Joshua Jackson and Jodie Turner-Smith had a home birth because of US hospitals’ ‘horrendous track record with Black women’

Turner-Smith wanted 'to be in a place where she felt like she was being heard.'
Published July 20, 2021 9:41 a.m. EST
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Joshua Jackson is opening up about his and wife Jodie Turner-Smith’s choice to have a home birth. And as it turns out, the decision was in part because of the pandemic, but also because of systemic racism and the horrible track record U.S. hospitals have with Black women in labour (and the health care system in general).

In an interview with Esquire to promote his new Peacock series, Dr. Death, Jackson spoke at length about the medical profession (to which he’s no stranger given that his brother is an ER doctor in Manhattan), and how the institutions are, “Not actually built for patient outcome.” That really hit home for the actor in April 2020 though, when he became a father.

“The American medical system has a horrendous track record with Black women,” he told the publication, noting that at the time many hospitals refused to allow partners to stay as women gave birth for fear of spreading COVID-19. That added an extra layer of unease as Turner-Smith approached her baby girl’s due date.

“She wanted to be in a place where she was as comfortable as possible, understandably,” Jackson recalled. “And I wanted her to be in a place where she felt like she was being heard at every step along the way, rather than having to go through that filter of being a Black woman interfacing with the American medical system.”

In the U.S., Black women are three times more likely to die during pregnancy, childbirth or immediately postpartum than white women. According to the CDC, Black women have the highest pregnancy-related deaths of any demographic, while other research shows Black, Hispanic and Asian women are more likely to experience adverse outcomes during labour than white women.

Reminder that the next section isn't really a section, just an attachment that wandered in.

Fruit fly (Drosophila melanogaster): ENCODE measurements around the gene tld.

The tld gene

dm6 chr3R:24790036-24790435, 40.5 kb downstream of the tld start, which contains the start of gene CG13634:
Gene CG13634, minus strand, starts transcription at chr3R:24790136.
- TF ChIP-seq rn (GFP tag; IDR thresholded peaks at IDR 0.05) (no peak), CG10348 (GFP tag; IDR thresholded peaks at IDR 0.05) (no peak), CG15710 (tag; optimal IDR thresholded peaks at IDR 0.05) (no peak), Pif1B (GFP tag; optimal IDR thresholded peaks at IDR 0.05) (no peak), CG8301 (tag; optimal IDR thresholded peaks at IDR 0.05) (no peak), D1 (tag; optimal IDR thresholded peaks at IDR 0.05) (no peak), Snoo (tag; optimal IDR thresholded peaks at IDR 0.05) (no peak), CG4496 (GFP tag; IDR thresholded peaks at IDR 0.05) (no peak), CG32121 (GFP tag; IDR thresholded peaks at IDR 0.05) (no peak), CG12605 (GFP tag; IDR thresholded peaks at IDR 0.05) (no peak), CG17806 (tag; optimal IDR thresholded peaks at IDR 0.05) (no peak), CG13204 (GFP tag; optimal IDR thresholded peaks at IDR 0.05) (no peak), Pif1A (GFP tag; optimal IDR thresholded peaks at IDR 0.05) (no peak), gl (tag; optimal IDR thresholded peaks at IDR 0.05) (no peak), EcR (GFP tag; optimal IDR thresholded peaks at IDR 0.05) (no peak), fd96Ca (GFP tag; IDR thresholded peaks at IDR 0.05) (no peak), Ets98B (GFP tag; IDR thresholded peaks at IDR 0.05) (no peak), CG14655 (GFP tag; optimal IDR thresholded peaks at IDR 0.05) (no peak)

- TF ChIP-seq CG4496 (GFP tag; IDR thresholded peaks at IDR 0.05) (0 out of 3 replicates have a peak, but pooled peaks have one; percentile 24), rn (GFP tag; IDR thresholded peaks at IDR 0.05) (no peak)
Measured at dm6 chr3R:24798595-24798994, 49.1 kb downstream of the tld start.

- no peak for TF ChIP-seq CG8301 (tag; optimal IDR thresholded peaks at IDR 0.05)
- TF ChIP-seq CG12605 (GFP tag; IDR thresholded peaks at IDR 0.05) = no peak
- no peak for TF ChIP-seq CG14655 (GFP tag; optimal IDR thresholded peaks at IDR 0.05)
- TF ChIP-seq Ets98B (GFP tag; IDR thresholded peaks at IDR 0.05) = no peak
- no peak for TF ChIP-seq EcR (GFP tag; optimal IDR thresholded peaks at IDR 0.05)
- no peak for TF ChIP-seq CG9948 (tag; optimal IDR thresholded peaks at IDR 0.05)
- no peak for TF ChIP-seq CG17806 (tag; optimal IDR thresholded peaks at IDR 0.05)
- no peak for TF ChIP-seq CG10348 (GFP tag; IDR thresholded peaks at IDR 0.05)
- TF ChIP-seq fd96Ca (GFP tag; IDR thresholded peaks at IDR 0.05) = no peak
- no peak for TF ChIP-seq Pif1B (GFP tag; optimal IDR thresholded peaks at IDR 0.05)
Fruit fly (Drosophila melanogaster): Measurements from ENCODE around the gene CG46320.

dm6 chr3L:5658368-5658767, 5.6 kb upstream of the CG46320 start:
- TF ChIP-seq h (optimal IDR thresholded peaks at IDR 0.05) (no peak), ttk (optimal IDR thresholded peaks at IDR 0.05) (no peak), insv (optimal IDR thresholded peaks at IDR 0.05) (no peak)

It’s unclear how those numbers stack up in Canada, where a lack of important race-based data and the protection of privacy have contributed to murkier statistics. Without such information, professionals are unable to identify and address troubling discrepancies in patient care.

“[Labour] is lonely at times,” Jackson added in the Esquire article. “And scary at times, and also transcendental and beautiful, and you want to have your partner there. I’m grateful for every second I got to be a part of bringing our daughter into this world. It’s a magical experience—we don’t talk enough about the positives.”

Turner-Smith gave birth to a baby girl on April 21, 2020. Following the home-birth experience, during which she was in labour for four days, the actor and model reflected about the birthing journey in an essay for British Vogue.

“Early in the morning on my third day of labour, my husband and I shared a quiet moment. I was fatigued and beginning to lose my resolve. Josh ran me a bath, and as I lay in it contracting, I talked to my body and I talked to my daughter,” she wrote.

“In that moment, he snapped a picture of me. An honest moment of family and togetherness—a husband supporting a wife, our baby still inside me, the sacred process of creating a family.”

Jackson and Smith met in 2018. At the time, they had what Jackson now refers to as a “three-night stand.” Last week he told Insider that it was all, “Sealed with a kiss that night and then we didn't leave each other's sides for, well, three years now.”

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